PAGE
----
A cliffhanger ...with a cliff
My Writing Bureau
Series or Standalone?
Snippet Saturday on a Sunday
Write or Write Not...?
Writing Goals for July
The Ruin by Dervla McTiernan
I was reading Audre Lorde's Sister Outrider across the Christmas/New Year holidays.
Now, I've started my first new book of 2021 - The Ruin by Dervla McTiernan. It was a welcome Christmas gift and I love that is introduces me to an author that is new to me.
What's your first book of 2021?
One of my best discoveries this year was TheStorygraph.
It's an app and website where you can keep track of your reading, participate in reading challenges, get #bookrecommendations and see dinky little pie charts breaking down your preferences into genre, number of pages, pace. It is fab.
Thanks to some of the #readingchallenge , I've read a wide variety of authors and genres this year. Some of their covers are included in the pic.
I can't wait to see what it brings to me in 2021.
And if you want to try it out, you can visit The StoryGraph website by clicking here
I Like Your Hat
I Like Your Hat Launch
You can purchase your copy of I Like Your Hat from Luath Press by clicking here [link to external website]
Time ... for a Masterclass
Before the Times Masterclass on getting published with Ella Wakatama and Clare Conville, I'd decided it was the last writing course I would attend this year. In fact, I told my husband it was the last course I was ever going to attend.
I've had some fab advice, met great people and ate some amazing lunches at writing courses over the years. BUT I don't want to fall into the trap of constantly writing about writing; or get caught in the cycle of attending course after course.
I've been writing a business book this year and the difference in my approach has been stark. As a former journalist and PR, I'm comfortable writing facts, summarising interviews and providing examples. I'm confident in my research and know my voice.
All that certainty melts like ice when I turn to my fiction.
As a master prevaricator (blame my Libran indecisive tendencies if you're an astrology fan) I could spend year after year trying to hone not only my craft but my novel. It may end up making it better but it will also end up ensuring it languishes in a drawer forevermore. There's always another course; another edit; another beta reader...until you decide that there isn't.
In a touch of delicious serendipity or in the spirit of self-fulfilling prophecy, some of the main takeaways from Clare and Ella's fab masterclass were:
BE CONFIDENT IN YOUR DECISIONS
CREATE YOUR WORK
One attendee asked about the process of submitting the first three chapters. Namely, if those chapters weren't being successful, when would you rewrite them? It was clear Ella and Clare were bemused. How could you have such little faith in your work that you'd consider rewriting rather than ploughing ahead with sending your chapters to more agents until you found the one that did like them?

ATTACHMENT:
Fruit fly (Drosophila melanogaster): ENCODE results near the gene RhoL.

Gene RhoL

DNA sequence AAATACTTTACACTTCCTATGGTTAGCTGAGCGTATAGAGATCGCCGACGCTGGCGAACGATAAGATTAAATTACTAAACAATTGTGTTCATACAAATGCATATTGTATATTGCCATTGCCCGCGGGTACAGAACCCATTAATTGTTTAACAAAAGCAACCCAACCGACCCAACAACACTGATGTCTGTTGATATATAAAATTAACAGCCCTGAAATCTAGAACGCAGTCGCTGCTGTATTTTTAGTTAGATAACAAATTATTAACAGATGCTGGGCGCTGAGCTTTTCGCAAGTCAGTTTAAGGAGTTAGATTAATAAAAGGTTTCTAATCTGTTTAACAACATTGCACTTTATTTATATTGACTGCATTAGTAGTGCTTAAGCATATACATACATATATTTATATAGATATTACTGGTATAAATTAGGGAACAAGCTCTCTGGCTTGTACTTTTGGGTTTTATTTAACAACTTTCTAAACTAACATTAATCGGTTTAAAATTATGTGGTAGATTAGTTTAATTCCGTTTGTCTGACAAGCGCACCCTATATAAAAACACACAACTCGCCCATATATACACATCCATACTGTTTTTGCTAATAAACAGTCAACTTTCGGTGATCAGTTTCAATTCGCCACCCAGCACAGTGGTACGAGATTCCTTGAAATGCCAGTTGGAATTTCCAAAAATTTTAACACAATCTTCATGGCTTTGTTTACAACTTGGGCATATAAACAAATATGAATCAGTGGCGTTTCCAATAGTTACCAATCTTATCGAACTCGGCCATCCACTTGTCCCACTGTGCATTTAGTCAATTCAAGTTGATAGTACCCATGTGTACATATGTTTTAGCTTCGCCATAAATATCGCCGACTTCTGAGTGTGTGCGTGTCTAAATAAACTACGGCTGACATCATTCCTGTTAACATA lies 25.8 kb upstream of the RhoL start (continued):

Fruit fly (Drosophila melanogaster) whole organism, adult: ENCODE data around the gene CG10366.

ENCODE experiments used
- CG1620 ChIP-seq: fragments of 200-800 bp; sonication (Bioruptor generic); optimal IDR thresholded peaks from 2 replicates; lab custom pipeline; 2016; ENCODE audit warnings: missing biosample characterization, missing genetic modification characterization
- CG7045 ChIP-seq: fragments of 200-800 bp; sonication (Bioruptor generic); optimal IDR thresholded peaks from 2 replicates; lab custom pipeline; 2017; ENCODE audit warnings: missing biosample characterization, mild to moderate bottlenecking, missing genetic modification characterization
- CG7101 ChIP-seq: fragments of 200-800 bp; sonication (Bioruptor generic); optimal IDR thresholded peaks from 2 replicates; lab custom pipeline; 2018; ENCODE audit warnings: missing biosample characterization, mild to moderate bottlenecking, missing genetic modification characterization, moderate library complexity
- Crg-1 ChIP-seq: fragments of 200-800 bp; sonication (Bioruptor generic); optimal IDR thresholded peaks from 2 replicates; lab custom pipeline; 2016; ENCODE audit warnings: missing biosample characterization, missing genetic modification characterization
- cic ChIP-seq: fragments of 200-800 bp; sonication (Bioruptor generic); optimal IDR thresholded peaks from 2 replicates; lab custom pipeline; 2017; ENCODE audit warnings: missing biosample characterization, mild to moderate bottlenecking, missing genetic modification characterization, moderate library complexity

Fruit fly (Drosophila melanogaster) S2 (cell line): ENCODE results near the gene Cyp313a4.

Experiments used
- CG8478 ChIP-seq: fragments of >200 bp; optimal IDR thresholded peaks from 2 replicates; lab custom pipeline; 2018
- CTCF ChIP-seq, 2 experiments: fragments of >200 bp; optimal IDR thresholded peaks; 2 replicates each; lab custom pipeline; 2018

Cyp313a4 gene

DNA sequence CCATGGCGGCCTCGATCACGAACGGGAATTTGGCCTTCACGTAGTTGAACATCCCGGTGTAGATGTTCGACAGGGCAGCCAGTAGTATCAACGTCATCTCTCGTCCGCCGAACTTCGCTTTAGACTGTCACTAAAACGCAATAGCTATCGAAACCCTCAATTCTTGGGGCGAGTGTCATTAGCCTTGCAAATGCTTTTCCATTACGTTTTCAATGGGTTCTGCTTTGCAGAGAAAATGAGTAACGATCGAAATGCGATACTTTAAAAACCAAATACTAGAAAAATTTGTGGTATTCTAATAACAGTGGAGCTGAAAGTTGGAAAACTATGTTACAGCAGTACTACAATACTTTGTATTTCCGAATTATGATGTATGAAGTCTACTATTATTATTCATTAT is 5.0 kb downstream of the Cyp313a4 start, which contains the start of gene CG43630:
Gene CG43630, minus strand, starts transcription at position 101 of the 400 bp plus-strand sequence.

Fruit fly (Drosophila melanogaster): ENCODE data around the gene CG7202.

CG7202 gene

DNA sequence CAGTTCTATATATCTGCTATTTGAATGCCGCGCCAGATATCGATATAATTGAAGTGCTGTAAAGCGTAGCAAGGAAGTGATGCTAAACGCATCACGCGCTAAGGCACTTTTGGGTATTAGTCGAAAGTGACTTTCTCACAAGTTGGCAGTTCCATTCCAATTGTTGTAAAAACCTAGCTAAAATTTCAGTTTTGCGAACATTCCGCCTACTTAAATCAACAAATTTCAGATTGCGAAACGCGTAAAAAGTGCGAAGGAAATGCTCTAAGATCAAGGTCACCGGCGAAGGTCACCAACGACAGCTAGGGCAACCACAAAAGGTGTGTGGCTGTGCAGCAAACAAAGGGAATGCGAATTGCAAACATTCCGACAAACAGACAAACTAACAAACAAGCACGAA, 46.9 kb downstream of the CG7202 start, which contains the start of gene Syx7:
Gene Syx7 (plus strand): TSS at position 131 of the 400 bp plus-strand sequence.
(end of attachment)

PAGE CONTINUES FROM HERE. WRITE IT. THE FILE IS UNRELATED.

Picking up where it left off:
Likewise, a question about including more than one approach in a non-fiction proposal was met with the response that you, the writer, have to pick an approach. You're not providing a buffet.
Be decisive. Know what you are trying to say.
But that isn't an excuse to be self-indulgent. Faulkner's instruction remains fundamental - Kill your darlings.
Then fight for their pared-down offspring with integrity and belief. It's time to step into the fray.
There are lots of great writing community initiatives on social media to raise awareness, support writers through the process and help to provide structure to the writing year. One that I discovered on Instagram this year was Preptober from @rachelbatemanbooks.
I'm in awe of writers who participate in these events, especially those who manage to follow and update diligently everyday. I am not one of those writers.
But, sometimes, even if you don't have time to respond to every prompt, or time to answer any of them, you can still find value in these events. Reading the posts every day and thinking about the answers can be worthwhile. It helps you hone your thoughts, your direction and your writing ... even if you never put pen to paper or fingers to keys.
One of the preptober prompts that I did manage to fulfil was providing ten facts about me. Here they are:
(10) The age I was when I first had something published & how much I was paid £10
(9) The number of people in my family growing up- mum, dad, 6 siblings & me
(8) The age I created my first magazine
(7) The time I would get up to deliver the local newspaper because everyone from journalists to editors had to help deliver it
(6) the number of wards I used to visit when I was a presenter on hospital radio
(5) the number of people I interviewed in my first news piece to camera
(4) the current number of book projects I'm juggling
(3) the number of favourite pens I alternate between when writing
(2) the number of versions of my crime manuscript
(1) poem I'm considering submitting
Scoping out Settings
LockedUp with Lee Child
Locked Up Festival
PR, Principles & Pink
My contribution to the #247Challenge. I'm loving reading everyone's work for #NationalWritingDay with my 11-yr-old. There's something about lockdown that seems to lend itself to short forms whether flash fiction or poetry.
Perhaps it's the sense of urgency from living in a pandemic? Or perhaps it's that lots of emotions spiral to the surface in times of great upheaval, making it easier for those emotions to spill on to the page?
Either way, I've found myself turning to poetry, both reading and writing, quite often these past few months.
The glass cracked
Shards of the
She tried to
Catch cascades, colours,
was cut to
Podcast Planning ...
Harnessing the Hunger Games
Light in the Darkness
A Bureau of My Own